How do I keep my team’s skills current?
Employers have a responsibility to keep their staff’s skills up to date and as training becomes more engaging, it’s easier to do so than ever
Why do staff resign? Some find more interesting propositions elsewhere. Others are tempted by better pay. Everyone retires, eventually. But Zoe Morris, president at Frank Recruitment Group, points out one more factor: “One of the most common reasons for professionals wanting to move on is that their current employer isn’t supporting their development.”
It shouldn’t be hard. Few people are better placed to decide where a team member’s skills are lacking than that member themselves. Listen to what they say and give them the time they need to pursue those areas; yet so many managers still get it wrong.
“Your most valuable workers are ingrained in their own ecosystems and know the niches and skill sets they want to investigate and delve deeper into,” Morris says. That’s why it’s key to “schedule time where they can self-learn, and facilitate the costs involved where possible. Investing time as well as money into your staff’s development is a sure-fire way to drive better retention.”
In short, staff need to feel valued – and helping them to sharpen their skills is one of the most effective ways to do that. In the technology sector, says IT outsourcing service provider Harvey Nash, 95% of staff are working to develop new skills – often in their own spare time.
Yet significant knowledge gaps still need to be plugged. More than half of all organisations struggle with a lack of in-house skills for legacy technology, according to research by Park Place Technologies. A similar number believes the skills gap will impact their sector’s ability to adopt new technologies, and one in ten isn’t confident in its IT infrastructure at all. That’s past, future and present technology equally impacted. Investing in staff development has never been more important.
Docebo mixes traditional course building with Coach & Share, a social learning platform it introduced in 2016 to facilitate in-house knowledge sharing. By involving the learner in the process of learning, said Docebo product marketing manager Matt Powell, “social learning” – effectively, self-publishing what you know and allowing others to comment on it – leads to higher levels of engagement.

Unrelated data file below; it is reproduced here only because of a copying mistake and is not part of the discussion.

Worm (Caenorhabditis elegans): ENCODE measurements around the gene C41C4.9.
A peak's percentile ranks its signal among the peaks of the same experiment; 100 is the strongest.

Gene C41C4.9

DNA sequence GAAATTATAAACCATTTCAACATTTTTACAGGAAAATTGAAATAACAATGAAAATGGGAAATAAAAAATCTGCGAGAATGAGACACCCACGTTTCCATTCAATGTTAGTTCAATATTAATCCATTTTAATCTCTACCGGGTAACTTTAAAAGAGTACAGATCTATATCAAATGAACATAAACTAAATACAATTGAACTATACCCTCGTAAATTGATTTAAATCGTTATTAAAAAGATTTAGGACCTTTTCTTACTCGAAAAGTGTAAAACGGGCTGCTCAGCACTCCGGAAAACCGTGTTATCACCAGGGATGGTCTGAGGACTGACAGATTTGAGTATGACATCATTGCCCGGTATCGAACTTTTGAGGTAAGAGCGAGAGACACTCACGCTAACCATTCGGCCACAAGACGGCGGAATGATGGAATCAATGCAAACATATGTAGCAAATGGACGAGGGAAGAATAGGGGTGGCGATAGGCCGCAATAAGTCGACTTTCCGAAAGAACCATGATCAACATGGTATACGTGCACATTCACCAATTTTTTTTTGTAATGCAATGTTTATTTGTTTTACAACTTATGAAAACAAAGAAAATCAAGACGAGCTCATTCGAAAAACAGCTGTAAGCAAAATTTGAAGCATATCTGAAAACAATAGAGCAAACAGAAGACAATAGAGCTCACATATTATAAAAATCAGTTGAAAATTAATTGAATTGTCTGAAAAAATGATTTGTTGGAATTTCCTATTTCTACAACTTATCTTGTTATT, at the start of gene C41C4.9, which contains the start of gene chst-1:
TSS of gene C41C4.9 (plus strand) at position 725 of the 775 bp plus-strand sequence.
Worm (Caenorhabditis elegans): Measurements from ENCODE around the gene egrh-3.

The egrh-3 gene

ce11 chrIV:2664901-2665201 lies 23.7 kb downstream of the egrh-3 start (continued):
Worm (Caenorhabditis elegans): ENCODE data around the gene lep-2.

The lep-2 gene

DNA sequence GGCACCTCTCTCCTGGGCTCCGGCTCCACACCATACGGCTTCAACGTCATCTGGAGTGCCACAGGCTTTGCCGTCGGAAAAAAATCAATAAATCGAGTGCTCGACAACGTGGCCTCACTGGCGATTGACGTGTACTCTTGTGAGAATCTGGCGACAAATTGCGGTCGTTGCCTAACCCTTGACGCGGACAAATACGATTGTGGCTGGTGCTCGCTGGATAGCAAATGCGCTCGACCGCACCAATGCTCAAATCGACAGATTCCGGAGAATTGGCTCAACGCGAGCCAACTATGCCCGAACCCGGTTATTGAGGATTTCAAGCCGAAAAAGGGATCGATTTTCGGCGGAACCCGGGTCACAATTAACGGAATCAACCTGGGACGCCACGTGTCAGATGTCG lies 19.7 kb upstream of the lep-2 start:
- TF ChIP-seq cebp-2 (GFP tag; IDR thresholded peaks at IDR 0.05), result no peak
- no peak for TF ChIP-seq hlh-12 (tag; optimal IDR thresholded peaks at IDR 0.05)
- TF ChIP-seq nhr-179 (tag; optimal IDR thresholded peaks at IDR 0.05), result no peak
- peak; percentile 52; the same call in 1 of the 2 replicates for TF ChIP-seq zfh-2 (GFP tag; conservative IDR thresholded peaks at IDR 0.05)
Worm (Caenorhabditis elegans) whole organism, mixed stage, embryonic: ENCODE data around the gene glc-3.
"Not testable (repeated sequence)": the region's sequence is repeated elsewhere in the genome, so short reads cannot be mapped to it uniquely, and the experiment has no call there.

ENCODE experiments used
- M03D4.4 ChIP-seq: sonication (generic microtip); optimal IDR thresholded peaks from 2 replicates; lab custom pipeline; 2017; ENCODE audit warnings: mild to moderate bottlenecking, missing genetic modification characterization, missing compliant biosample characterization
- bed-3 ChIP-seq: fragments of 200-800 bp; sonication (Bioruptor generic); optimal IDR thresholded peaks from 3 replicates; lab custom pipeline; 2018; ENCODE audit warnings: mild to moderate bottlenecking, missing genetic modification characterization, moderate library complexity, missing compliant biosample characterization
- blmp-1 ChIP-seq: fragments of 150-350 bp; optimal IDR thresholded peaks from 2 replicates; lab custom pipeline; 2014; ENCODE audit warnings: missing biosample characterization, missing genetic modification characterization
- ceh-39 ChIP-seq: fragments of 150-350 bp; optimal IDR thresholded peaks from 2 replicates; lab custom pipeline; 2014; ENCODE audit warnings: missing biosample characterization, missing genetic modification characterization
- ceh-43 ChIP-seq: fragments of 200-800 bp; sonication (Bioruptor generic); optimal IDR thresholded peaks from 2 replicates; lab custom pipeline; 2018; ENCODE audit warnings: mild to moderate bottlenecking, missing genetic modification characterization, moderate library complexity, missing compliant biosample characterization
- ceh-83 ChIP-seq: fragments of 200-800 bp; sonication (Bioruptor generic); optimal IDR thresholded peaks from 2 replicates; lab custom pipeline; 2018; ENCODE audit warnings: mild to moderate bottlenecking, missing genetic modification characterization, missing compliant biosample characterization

Coach & Share “allows staff to contribute, comment, ask questions and develop subject matter experts internally,” says Powell. “From an L&D manager’s perspective, [getting this kind of engagement] has always been a challenge. Traditionally, learning has been seen as something that staff have to do but we want people to want to learn, and then apply that learning to their job.”
Powell is keen to point out that Docebo’s offering is more than an educational Facebook for Business: it’s underpinned by a high level of artificial intelligence (AI), which both increases the value of the information put into the system and helps managers and team members to identify the most appropriate content.
Coach & Share, which is one part of Docebo’s wider offering, “creates content creators internally by establishing subject aspects within different parts of the business,” says Powell – and much of this is done passively, freeing those experts from any obligation to step aside from their existing responsibilities to manage their colleagues’ learning.
Describing the process as “taking what you’re learning, applying it within the flow of work and sharing the knowledge”, Powell outlines a process whereby a staff member who encountered a problem in their usual course of work would pull out their phone and record how they fixed it – while in the very process of doing so. Other than adding a short commentary or introduction, this shouldn’t greatly extend the time required to remedy the situation. Once they upload the content to Coach & Share, the AI that underpins Docebo’s offering applies what it considers the most relevant tags automatically, helping other team members find it should they come across a similar problem in the future.